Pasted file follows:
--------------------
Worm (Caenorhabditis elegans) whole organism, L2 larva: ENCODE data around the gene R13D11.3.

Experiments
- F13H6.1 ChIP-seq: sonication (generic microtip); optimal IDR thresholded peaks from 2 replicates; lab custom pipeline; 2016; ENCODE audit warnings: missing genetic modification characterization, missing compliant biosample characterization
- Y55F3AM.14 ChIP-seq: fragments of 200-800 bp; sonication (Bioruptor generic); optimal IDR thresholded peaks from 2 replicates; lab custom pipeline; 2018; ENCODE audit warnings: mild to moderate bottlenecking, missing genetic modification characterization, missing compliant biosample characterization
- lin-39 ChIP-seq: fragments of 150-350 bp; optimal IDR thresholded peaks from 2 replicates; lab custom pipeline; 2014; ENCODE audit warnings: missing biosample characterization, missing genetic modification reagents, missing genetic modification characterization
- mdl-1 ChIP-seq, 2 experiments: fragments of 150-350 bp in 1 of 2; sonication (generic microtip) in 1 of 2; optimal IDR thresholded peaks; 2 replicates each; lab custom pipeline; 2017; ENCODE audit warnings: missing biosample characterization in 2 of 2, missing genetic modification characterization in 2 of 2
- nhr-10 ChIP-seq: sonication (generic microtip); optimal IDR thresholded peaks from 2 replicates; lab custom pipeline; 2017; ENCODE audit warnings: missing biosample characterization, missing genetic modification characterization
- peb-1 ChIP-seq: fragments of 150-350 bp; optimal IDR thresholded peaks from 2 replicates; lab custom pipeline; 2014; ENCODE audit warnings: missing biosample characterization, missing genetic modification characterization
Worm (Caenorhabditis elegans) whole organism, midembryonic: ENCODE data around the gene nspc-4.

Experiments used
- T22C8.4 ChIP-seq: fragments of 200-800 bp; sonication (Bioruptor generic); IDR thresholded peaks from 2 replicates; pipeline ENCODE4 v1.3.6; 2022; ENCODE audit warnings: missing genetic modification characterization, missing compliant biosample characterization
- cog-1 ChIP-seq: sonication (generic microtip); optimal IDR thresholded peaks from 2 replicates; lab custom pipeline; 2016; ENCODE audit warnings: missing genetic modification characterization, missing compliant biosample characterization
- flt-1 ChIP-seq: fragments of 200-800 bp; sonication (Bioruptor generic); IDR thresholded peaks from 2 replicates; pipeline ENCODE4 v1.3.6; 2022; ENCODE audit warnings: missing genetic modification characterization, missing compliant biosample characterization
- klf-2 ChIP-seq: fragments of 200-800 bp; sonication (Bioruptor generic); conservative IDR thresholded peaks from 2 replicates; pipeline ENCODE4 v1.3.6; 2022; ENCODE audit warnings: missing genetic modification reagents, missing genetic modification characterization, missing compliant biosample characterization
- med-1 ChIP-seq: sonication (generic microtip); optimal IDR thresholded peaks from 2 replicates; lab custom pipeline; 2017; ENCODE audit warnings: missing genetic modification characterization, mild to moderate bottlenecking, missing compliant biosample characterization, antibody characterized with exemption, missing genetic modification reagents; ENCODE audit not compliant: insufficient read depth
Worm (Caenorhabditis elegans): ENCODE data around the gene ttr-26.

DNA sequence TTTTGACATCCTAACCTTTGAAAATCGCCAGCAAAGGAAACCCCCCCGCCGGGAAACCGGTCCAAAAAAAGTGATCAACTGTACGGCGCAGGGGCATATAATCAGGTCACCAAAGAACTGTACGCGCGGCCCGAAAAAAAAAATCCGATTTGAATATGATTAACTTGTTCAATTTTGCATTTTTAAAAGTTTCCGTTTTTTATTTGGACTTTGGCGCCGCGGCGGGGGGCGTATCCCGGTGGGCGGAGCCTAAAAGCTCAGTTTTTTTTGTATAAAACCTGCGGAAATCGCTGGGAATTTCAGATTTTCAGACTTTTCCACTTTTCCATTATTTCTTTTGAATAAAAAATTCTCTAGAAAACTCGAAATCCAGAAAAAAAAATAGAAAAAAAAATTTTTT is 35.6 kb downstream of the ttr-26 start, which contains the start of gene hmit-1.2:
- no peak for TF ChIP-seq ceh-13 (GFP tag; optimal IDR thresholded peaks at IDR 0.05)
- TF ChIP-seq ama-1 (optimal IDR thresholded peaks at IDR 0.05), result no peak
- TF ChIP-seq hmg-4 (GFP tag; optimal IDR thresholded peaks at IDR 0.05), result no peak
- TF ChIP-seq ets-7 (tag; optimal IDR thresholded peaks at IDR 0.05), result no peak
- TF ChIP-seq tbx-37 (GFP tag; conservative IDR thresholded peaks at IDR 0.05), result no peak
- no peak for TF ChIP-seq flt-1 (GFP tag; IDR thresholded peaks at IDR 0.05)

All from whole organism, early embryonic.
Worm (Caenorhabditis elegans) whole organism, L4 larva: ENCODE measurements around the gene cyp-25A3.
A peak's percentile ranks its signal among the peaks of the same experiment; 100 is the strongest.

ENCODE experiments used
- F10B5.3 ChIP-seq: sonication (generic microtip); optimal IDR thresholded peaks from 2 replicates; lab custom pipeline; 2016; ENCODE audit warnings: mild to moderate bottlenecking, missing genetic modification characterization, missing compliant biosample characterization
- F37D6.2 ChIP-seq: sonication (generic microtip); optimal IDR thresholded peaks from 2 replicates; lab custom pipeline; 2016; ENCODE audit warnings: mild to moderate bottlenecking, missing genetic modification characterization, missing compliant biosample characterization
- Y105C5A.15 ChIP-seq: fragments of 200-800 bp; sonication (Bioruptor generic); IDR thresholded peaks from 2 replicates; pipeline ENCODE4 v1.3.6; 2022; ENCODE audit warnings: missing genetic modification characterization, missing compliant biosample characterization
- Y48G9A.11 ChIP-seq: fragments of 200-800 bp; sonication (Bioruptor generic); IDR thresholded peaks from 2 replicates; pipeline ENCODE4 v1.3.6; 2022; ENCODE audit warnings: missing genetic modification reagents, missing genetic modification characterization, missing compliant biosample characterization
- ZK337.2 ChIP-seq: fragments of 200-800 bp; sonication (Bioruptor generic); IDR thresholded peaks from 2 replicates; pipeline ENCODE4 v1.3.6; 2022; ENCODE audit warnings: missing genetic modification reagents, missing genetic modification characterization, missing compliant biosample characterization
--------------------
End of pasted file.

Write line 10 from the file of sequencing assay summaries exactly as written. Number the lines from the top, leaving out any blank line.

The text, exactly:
Experiments used